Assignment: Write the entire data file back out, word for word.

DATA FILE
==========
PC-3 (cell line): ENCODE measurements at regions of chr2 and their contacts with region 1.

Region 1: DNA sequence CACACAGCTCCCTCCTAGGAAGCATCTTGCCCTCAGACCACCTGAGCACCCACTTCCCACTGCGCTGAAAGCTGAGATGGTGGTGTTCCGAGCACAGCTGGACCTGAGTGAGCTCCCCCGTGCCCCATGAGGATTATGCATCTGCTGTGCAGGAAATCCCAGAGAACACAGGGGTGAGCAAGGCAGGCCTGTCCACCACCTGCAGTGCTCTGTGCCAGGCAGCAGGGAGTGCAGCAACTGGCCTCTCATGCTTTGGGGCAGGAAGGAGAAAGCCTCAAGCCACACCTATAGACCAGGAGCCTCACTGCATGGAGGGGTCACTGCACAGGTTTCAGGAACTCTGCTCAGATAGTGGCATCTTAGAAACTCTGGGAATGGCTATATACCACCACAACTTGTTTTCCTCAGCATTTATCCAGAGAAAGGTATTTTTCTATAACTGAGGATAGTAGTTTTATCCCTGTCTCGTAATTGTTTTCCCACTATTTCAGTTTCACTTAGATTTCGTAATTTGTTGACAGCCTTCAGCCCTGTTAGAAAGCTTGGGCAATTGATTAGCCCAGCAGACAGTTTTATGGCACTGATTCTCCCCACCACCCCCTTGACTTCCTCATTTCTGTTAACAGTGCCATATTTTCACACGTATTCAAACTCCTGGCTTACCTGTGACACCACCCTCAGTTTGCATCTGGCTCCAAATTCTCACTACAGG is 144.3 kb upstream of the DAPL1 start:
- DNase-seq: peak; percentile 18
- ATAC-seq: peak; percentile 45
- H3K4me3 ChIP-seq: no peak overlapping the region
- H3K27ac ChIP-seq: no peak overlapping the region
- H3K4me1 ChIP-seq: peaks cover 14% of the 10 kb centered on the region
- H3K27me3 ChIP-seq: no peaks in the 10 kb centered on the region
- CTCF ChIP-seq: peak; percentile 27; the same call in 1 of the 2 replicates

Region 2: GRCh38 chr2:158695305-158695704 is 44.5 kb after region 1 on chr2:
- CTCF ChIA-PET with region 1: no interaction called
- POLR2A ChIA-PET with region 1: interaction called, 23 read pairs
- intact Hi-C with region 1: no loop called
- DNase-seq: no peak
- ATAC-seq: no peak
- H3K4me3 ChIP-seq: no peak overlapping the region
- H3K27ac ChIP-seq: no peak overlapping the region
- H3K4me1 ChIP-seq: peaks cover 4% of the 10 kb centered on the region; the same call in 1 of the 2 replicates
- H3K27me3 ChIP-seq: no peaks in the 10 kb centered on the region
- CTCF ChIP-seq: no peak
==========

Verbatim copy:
PC-3 (cell line): ENCODE measurements at regions of chr2 and their contacts with region 1.

Region 1: DNA sequence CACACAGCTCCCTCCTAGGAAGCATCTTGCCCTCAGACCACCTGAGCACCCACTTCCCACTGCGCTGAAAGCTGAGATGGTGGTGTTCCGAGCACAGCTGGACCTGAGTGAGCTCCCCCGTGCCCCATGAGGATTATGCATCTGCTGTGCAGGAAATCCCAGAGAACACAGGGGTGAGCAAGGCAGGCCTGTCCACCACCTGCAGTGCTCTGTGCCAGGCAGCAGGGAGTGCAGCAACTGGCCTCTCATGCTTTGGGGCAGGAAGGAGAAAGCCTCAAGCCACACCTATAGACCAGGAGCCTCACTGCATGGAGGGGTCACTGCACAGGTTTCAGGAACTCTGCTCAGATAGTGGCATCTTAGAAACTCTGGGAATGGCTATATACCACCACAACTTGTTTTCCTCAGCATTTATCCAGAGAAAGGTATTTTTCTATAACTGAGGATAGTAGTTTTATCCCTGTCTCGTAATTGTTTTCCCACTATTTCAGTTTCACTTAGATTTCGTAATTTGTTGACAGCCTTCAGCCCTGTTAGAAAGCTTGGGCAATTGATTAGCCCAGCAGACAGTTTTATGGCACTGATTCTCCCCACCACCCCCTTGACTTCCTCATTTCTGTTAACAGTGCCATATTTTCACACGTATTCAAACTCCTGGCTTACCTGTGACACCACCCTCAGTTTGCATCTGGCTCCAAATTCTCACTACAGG is 144.3 kb upstream of the DAPL1 start:
- DNase-seq: peak; percentile 18
- ATAC-seq: peak; percentile 45
- H3K4me3 ChIP-seq: no peak overlapping the region
- H3K27ac ChIP-seq: no peak overlapping the region
- H3K4me1 ChIP-seq: peaks cover 14% of the 10 kb centered on the region
- H3K27me3 ChIP-seq: no peaks in the 10 kb centered on the region
- CTCF ChIP-seq: peak; percentile 27; the same call in 1 of the 2 replicates

Region 2: GRCh38 chr2:158695305-158695704 is 44.5 kb after region 1 on chr2:
- CTCF ChIA-PET with region 1: no interaction called
- POLR2A ChIA-PET with region 1: interaction called, 23 read pairs
- intact Hi-C with region 1: no loop called
- DNase-seq: no peak
- ATAC-seq: no peak
- H3K4me3 ChIP-seq: no peak overlapping the region
- H3K27ac ChIP-seq: no peak overlapping the region
- H3K4me1 ChIP-seq: peaks cover 4% of the 10 kb centered on the region; the same call in 1 of the 2 replicates
- H3K27me3 ChIP-seq: no peaks in the 10 kb centered on the region
- CTCF ChIP-seq: no peak